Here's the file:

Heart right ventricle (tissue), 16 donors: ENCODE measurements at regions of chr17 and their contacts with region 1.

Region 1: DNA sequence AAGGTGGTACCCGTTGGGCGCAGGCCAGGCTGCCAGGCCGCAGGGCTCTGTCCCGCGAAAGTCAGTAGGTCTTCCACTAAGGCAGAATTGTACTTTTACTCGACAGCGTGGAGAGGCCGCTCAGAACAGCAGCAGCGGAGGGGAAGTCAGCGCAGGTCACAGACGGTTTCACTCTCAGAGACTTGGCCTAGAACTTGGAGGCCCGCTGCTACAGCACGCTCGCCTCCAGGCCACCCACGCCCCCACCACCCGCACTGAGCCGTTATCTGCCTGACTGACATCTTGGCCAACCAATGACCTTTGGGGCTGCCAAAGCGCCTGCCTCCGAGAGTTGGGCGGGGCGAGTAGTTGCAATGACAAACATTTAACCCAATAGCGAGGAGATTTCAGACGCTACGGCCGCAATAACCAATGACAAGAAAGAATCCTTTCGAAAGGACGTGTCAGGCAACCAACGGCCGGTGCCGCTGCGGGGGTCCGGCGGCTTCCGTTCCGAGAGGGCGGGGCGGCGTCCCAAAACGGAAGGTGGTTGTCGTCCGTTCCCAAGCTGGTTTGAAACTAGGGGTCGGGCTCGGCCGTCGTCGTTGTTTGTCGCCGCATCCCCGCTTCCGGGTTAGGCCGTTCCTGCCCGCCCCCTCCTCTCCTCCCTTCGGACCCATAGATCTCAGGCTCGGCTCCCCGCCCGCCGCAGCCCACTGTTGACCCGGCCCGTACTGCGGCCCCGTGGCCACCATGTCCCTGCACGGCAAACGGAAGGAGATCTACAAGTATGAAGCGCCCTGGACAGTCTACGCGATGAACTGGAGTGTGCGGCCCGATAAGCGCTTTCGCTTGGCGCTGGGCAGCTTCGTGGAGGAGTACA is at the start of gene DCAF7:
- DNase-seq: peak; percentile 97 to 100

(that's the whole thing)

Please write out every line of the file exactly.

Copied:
Heart right ventricle (tissue), 16 donors: ENCODE measurements at regions of chr17 and their contacts with region 1.

Region 1: DNA sequence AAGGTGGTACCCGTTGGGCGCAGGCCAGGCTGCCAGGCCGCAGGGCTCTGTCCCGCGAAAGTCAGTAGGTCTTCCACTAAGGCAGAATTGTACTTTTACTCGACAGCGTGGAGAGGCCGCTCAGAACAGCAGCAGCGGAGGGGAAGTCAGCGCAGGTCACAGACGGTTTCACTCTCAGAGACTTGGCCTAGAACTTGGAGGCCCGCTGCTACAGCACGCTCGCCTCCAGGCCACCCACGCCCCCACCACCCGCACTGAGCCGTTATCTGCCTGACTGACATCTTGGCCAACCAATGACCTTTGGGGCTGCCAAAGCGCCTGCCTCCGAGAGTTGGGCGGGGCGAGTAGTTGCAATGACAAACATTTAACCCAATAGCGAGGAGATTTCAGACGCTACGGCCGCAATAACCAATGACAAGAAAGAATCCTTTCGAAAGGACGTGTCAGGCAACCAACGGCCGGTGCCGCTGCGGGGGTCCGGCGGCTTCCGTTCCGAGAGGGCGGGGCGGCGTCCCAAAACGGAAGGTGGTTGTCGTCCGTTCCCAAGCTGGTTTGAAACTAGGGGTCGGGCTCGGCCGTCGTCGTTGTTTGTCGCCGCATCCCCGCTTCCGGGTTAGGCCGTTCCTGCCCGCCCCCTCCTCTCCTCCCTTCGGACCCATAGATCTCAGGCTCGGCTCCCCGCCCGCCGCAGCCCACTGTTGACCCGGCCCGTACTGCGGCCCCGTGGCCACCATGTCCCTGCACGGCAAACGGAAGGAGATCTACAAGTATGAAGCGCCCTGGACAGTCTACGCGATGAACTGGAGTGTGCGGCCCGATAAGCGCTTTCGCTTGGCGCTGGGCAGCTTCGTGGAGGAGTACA is at the start of gene DCAF7:
- DNase-seq: peak; percentile 97 to 100